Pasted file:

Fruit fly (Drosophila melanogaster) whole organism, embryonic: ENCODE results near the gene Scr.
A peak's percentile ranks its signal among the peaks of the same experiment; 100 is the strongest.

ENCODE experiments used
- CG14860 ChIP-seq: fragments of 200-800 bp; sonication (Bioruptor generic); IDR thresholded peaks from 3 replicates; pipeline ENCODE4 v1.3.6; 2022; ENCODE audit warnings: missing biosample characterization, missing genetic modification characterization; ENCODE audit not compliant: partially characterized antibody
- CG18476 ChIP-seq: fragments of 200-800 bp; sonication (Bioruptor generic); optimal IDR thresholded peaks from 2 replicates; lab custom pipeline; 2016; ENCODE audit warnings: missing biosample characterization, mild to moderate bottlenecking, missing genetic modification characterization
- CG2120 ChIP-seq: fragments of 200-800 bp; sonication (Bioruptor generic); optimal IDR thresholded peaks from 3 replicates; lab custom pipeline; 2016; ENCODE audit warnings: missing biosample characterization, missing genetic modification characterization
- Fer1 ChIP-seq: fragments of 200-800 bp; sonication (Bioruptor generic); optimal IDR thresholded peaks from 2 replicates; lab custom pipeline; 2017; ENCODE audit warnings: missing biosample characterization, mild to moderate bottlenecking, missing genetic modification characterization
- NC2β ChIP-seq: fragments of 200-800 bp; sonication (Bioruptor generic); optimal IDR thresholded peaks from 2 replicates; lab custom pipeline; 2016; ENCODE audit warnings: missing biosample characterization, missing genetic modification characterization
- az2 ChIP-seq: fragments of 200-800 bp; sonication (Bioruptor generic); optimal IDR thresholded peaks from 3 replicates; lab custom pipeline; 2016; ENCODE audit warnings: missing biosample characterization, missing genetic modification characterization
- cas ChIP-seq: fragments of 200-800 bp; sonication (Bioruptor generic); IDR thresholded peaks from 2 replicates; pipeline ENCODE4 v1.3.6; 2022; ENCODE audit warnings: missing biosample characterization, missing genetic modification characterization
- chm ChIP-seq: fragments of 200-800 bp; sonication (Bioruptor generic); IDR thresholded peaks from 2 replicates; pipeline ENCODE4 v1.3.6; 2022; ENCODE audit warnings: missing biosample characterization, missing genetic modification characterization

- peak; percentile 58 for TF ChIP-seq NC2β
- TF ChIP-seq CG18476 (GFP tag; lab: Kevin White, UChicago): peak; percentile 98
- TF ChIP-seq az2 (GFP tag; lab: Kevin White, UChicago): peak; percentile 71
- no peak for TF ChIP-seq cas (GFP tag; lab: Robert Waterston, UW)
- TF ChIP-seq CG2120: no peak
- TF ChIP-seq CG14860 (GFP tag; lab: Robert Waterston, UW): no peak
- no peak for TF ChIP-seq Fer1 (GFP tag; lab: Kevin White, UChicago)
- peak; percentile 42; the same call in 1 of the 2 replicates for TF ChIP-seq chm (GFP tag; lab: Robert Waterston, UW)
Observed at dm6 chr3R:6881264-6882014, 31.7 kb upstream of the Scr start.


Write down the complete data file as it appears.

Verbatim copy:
Fruit fly (Drosophila melanogaster) whole organism, embryonic: ENCODE results near the gene Scr.
A peak's percentile ranks its signal among the peaks of the same experiment; 100 is the strongest.

ENCODE experiments used
- CG14860 ChIP-seq: fragments of 200-800 bp; sonication (Bioruptor generic); IDR thresholded peaks from 3 replicates; pipeline ENCODE4 v1.3.6; 2022; ENCODE audit warnings: missing biosample characterization, missing genetic modification characterization; ENCODE audit not compliant: partially characterized antibody
- CG18476 ChIP-seq: fragments of 200-800 bp; sonication (Bioruptor generic); optimal IDR thresholded peaks from 2 replicates; lab custom pipeline; 2016; ENCODE audit warnings: missing biosample characterization, mild to moderate bottlenecking, missing genetic modification characterization
- CG2120 ChIP-seq: fragments of 200-800 bp; sonication (Bioruptor generic); optimal IDR thresholded peaks from 3 replicates; lab custom pipeline; 2016; ENCODE audit warnings: missing biosample characterization, missing genetic modification characterization
- Fer1 ChIP-seq: fragments of 200-800 bp; sonication (Bioruptor generic); optimal IDR thresholded peaks from 2 replicates; lab custom pipeline; 2017; ENCODE audit warnings: missing biosample characterization, mild to moderate bottlenecking, missing genetic modification characterization
- NC2β ChIP-seq: fragments of 200-800 bp; sonication (Bioruptor generic); optimal IDR thresholded peaks from 2 replicates; lab custom pipeline; 2016; ENCODE audit warnings: missing biosample characterization, missing genetic modification characterization
- az2 ChIP-seq: fragments of 200-800 bp; sonication (Bioruptor generic); optimal IDR thresholded peaks from 3 replicates; lab custom pipeline; 2016; ENCODE audit warnings: missing biosample characterization, missing genetic modification characterization
- cas ChIP-seq: fragments of 200-800 bp; sonication (Bioruptor generic); IDR thresholded peaks from 2 replicates; pipeline ENCODE4 v1.3.6; 2022; ENCODE audit warnings: missing biosample characterization, missing genetic modification characterization
- chm ChIP-seq: fragments of 200-800 bp; sonication (Bioruptor generic); IDR thresholded peaks from 2 replicates; pipeline ENCODE4 v1.3.6; 2022; ENCODE audit warnings: missing biosample characterization, missing genetic modification characterization

- peak; percentile 58 for TF ChIP-seq NC2β
- TF ChIP-seq CG18476 (GFP tag; lab: Kevin White, UChicago): peak; percentile 98
- TF ChIP-seq az2 (GFP tag; lab: Kevin White, UChicago): peak; percentile 71
- no peak for TF ChIP-seq cas (GFP tag; lab: Robert Waterston, UW)
- TF ChIP-seq CG2120: no peak
- TF ChIP-seq CG14860 (GFP tag; lab: Robert Waterston, UW): no peak
- no peak for TF ChIP-seq Fer1 (GFP tag; lab: Kevin White, UChicago)
- peak; percentile 42; the same call in 1 of the 2 replicates for TF ChIP-seq chm (GFP tag; lab: Robert Waterston, UW)
Observed at dm6 chr3R:6881264-6882014, 31.7 kb upstream of the Scr start.